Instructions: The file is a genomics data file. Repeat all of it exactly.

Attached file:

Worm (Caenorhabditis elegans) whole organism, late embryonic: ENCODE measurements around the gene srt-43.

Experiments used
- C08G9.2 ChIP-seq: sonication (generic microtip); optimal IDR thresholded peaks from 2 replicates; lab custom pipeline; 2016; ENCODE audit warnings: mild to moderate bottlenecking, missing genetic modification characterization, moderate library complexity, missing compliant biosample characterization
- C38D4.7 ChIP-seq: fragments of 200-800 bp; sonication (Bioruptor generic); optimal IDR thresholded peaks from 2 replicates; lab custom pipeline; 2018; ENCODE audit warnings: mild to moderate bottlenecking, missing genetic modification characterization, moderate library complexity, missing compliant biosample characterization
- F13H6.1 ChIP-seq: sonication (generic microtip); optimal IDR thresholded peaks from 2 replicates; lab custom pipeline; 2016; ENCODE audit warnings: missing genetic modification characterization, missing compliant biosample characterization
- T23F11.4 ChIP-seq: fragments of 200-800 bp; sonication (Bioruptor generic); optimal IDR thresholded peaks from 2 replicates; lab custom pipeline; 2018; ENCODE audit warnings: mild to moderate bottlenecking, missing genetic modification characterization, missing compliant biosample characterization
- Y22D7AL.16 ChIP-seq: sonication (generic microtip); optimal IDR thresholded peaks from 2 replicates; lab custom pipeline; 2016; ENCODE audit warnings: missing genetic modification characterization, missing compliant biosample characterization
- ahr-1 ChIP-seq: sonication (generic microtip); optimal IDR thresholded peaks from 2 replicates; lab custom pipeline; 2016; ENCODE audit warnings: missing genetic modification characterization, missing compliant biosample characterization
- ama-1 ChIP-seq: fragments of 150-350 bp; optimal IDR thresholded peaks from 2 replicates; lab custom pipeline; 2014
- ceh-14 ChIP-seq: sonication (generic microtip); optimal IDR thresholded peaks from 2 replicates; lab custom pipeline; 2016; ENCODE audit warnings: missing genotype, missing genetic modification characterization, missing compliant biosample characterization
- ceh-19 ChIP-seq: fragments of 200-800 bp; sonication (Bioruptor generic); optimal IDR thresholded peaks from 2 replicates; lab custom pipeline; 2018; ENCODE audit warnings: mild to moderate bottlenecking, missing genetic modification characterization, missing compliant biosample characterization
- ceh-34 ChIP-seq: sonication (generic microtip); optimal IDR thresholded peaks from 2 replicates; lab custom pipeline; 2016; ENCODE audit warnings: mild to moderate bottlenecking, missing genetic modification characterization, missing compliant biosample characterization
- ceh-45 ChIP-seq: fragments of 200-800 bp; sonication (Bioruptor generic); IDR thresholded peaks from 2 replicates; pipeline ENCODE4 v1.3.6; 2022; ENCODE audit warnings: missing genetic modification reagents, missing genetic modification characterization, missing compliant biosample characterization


Worm (Caenorhabditis elegans) whole organism, late embryonic: ENCODE measurements around the gene srt-43.

Experiments used
- C08G9.2 ChIP-seq: sonication (generic microtip); optimal IDR thresholded peaks from 2 replicates; lab custom pipeline; 2016; ENCODE audit warnings: mild to moderate bottlenecking, missing genetic modification characterization, moderate library complexity, missing compliant biosample characterization
- C38D4.7 ChIP-seq: fragments of 200-800 bp; sonication (Bioruptor generic); optimal IDR thresholded peaks from 2 replicates; lab custom pipeline; 2018; ENCODE audit warnings: mild to moderate bottlenecking, missing genetic modification characterization, moderate library complexity, missing compliant biosample characterization
- F13H6.1 ChIP-seq: sonication (generic microtip); optimal IDR thresholded peaks from 2 replicates; lab custom pipeline; 2016; ENCODE audit warnings: missing genetic modification characterization, missing compliant biosample characterization
- T23F11.4 ChIP-seq: fragments of 200-800 bp; sonication (Bioruptor generic); optimal IDR thresholded peaks from 2 replicates; lab custom pipeline; 2018; ENCODE audit warnings: mild to moderate bottlenecking, missing genetic modification characterization, missing compliant biosample characterization
- Y22D7AL.16 ChIP-seq: sonication (generic microtip); optimal IDR thresholded peaks from 2 replicates; lab custom pipeline; 2016; ENCODE audit warnings: missing genetic modification characterization, missing compliant biosample characterization
- ahr-1 ChIP-seq: sonication (generic microtip); optimal IDR thresholded peaks from 2 replicates; lab custom pipeline; 2016; ENCODE audit warnings: missing genetic modification characterization, missing compliant biosample characterization
- ama-1 ChIP-seq: fragments of 150-350 bp; optimal IDR thresholded peaks from 2 replicates; lab custom pipeline; 2014
- ceh-14 ChIP-seq: sonication (generic microtip); optimal IDR thresholded peaks from 2 replicates; lab custom pipeline; 2016; ENCODE audit warnings: missing genotype, missing genetic modification characterization, missing compliant biosample characterization
- ceh-19 ChIP-seq: fragments of 200-800 bp; sonication (Bioruptor generic); optimal IDR thresholded peaks from 2 replicates; lab custom pipeline; 2018; ENCODE audit warnings: mild to moderate bottlenecking, missing genetic modification characterization, missing compliant biosample characterization
- ceh-34 ChIP-seq: sonication (generic microtip); optimal IDR thresholded peaks from 2 replicates; lab custom pipeline; 2016; ENCODE audit warnings: mild to moderate bottlenecking, missing genetic modification characterization, missing compliant biosample characterization
- ceh-45 ChIP-seq: fragments of 200-800 bp; sonication (Bioruptor generic); IDR thresholded peaks from 2 replicates; pipeline ENCODE4 v1.3.6; 2022; ENCODE audit warnings: missing genetic modification reagents, missing genetic modification characterization, missing compliant biosample characterization